Digital Guyana

Posts Tagged ‘development

One thing that has struck me since I arrived in Guyana is the low levels of visible poverty compared to other developing countries I’ve been to. Georgetown doesn’t have the seemingly endless slums of Nairobi, Mumbai or Johannesburg. There are no glue-sniffing street children, no smoldering piles of rubbish and no pot holes in the streets.

But Guyana is a poor country, isn’t it?

Looking up countries by GDP per capita (according to the IMF), I see that Guyana is in 126st place, behind war-torn countries such as Sudan, Sri Lanka and Iraq and just one ahead of India. Even adjusted for purchasing power parity (GDP based on what you can actually buy, as living on a dollar a day is very different in, for example, Sri Lanka and the United States), Guyana is only two places ahead of Congo and far behind countries such as Angola and Swaziland.

Something doesn’t seem right here. Is Guyana poorer than Sudan? Are income levels really a good poverty indicator?

To get a better idea, I decided to have a look at the United Nations’ Human Development Index (HDI). The index, which is published every year, takes into account a range of factors other than income, such as life expectancy at birth, school enrolment, literacy, access to clean water and so on.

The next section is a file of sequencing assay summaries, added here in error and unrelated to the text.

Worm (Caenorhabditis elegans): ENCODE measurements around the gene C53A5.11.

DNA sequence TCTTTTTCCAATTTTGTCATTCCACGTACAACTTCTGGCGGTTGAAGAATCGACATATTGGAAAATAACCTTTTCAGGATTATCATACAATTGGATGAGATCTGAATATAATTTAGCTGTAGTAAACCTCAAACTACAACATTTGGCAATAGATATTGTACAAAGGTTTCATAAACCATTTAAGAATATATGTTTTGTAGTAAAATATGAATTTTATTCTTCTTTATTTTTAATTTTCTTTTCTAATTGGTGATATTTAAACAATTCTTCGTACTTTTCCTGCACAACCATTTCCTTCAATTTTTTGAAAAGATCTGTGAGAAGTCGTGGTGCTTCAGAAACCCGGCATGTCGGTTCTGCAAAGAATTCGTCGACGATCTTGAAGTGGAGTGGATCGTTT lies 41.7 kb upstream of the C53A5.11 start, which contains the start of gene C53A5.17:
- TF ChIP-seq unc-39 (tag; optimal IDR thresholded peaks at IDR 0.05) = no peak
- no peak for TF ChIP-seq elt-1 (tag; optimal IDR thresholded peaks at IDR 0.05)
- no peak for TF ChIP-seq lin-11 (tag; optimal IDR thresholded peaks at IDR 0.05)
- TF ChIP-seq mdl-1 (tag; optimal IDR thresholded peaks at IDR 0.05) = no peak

In the most recent Human Development Index, Guyana has a higher ranking for every single other indicator than it does for GDP per capita.

In terms of Human Poverty, Guyana is in 52nd place, in terms of access to clean water 32nd place, in terms of life expectancy at birth 37nd place and in terms of school enrolment 75th place. Its got an adult litercy rate of 99.5%, which is the same as Italy and higher than Spain, Portugal and Hungary.

Compare this with Sudan who comes in 101st place in terms of Human Poverty, in 89th place on access to clean water, 144th place on life expectancy and 168th place on school enrolment. In addition, its level of adult literacy is only 39.9%.

So Guyana is clearly doing much better than countries that had a higher GDP per capita such as Sudan. But what could cause a country to have a high GDP per capita, but score badly on a range of development indicators?

A plausible explanation could be that it has a high level of inequality – a small number of people with an extremely high income and a large number of poor people with a small income. This would be the case in oil-rich Sudan which has experienced many years of devastating civil war.

To test this, I had a look at a measure of inequality called the Gini coefficient. In this, Guyana comes in 89th place, 7 places ahead of the United States and ahead of most other South American and Latin American countries.

So Guyana is doing fairly well on a range of development indicators and also has quite an equal society (well, more equal than the US, at least). But is all well?

Unfortunately not. Despite doing well, compared to some other developing countries, in areas such as literacy, school enrolment, access to clean water and life expectancy, there is a lot of poverty in the country. This is particularly true if you look at poverty as a relative measure (it’s not the same to be poor in the UK as it is to be poor in Zambia).